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Mediation Could Be Key in Everglades Dispute

Thursday, October, 4, 2018

Mediation could wind up being the only thing that can save the Florida Everglades, at least according to a team of FIU researchers hoping to restore the South Florida wetlands area.


According to the group, mediators would act as “wetland restoration brokers” and would allow for the navigation of the various financial and political pressures that make restoring the wetland so challenging. Mediation would make it easier to settle conflicts when they arise with stakeholders and ensure the environment is protected without jeopardizing those with a financial interest in the area.


According to Luca Marazzi, the author of a paper advocating for mediation, “Wetland restoration needs to benefit people and nature in a balanced way. To effectively restore wetlands, conflicts between stakeholder interests need to be solved and the Everglades’ environmental complexity needs to be managed.” Marazzi is a postdoctoral researcher in FIU’s School of Environment, Arts and Society.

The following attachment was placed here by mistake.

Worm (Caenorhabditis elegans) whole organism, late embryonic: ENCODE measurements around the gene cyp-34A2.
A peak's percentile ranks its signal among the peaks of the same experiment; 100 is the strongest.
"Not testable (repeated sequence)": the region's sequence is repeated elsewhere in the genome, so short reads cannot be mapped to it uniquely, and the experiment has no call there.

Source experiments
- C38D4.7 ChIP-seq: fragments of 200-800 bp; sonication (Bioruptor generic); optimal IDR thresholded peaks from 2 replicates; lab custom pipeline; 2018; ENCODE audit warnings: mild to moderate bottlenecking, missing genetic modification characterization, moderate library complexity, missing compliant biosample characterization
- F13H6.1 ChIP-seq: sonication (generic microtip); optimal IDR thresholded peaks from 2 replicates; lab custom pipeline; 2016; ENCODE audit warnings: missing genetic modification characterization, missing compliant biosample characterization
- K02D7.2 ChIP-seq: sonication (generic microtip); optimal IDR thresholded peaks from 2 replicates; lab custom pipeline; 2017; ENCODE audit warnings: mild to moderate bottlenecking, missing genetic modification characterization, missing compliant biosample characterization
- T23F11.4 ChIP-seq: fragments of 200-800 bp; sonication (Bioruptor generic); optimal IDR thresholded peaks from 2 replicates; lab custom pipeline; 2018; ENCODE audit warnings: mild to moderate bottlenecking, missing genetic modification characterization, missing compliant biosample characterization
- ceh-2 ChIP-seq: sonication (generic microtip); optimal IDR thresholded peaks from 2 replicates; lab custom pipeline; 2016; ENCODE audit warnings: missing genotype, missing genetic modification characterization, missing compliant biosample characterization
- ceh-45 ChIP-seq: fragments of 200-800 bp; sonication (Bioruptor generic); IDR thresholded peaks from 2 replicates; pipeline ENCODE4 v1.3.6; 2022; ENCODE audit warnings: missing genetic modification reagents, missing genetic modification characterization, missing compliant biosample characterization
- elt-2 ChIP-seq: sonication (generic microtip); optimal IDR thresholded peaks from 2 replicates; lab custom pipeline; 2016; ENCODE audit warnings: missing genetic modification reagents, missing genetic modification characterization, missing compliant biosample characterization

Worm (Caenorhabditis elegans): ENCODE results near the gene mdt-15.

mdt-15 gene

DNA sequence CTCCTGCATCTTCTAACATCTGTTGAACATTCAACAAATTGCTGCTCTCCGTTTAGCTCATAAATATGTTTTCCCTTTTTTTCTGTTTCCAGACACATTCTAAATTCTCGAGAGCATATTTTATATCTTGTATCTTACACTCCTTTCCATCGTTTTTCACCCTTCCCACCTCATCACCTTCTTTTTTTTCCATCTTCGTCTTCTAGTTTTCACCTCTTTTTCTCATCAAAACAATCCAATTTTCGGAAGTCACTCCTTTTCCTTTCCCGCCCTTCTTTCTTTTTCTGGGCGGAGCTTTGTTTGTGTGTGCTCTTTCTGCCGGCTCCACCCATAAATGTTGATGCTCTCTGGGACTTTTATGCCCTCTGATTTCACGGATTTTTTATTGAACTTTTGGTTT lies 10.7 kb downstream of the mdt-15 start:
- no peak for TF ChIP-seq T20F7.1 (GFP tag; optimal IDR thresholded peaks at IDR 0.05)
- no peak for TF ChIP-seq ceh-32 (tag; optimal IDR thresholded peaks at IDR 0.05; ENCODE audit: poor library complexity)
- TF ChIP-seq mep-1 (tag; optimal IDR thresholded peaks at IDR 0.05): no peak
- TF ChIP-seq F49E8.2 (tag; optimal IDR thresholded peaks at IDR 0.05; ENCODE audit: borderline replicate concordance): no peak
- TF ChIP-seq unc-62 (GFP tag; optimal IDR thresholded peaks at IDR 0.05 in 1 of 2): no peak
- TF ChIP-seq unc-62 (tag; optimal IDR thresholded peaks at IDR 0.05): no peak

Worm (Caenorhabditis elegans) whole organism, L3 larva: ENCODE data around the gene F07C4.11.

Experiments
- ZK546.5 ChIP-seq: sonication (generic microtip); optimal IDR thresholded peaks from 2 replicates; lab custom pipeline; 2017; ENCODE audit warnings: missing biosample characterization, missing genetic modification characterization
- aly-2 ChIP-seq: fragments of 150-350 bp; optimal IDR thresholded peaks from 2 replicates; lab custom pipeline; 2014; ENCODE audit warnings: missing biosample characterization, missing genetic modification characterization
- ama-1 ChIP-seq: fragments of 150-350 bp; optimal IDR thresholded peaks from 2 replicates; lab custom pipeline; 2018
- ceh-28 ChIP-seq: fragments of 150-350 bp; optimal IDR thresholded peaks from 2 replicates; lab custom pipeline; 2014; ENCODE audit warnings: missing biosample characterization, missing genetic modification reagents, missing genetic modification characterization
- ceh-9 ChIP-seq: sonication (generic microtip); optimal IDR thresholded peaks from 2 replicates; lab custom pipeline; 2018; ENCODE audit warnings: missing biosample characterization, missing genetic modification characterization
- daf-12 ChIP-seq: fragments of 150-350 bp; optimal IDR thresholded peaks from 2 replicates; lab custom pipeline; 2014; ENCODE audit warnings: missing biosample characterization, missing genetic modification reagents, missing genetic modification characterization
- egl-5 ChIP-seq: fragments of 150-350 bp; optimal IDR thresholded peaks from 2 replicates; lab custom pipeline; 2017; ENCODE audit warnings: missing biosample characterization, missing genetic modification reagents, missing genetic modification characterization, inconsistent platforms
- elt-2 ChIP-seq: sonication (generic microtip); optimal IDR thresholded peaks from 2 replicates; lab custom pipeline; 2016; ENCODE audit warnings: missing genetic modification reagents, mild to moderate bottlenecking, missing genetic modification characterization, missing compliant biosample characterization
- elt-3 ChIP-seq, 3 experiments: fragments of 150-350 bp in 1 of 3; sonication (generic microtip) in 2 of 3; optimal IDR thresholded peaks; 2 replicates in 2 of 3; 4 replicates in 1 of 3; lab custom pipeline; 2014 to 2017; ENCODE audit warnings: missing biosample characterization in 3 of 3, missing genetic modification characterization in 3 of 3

The group has analyzed restoration of the Everglades thus far, and has also looked at other wetlands areas throughout the world. In addition to using mediation, they also believe it would be beneficial to conduct research into what the wetlands were like before people moved into the area and request information from social science researchers about development in the area.


The Everglades absorbs flood waters from storms and feeds into the water supply of more than 30 percent of the people living in the state. It’s also home to animals and plants, many of which are endangered. In the last 75 years, it has been drained to half of what it was for the purposes of agriculture and urban development. Despite a restoration effort that included more than 60 projects, progress is slow and restoration is not expected to occur until at least 2060.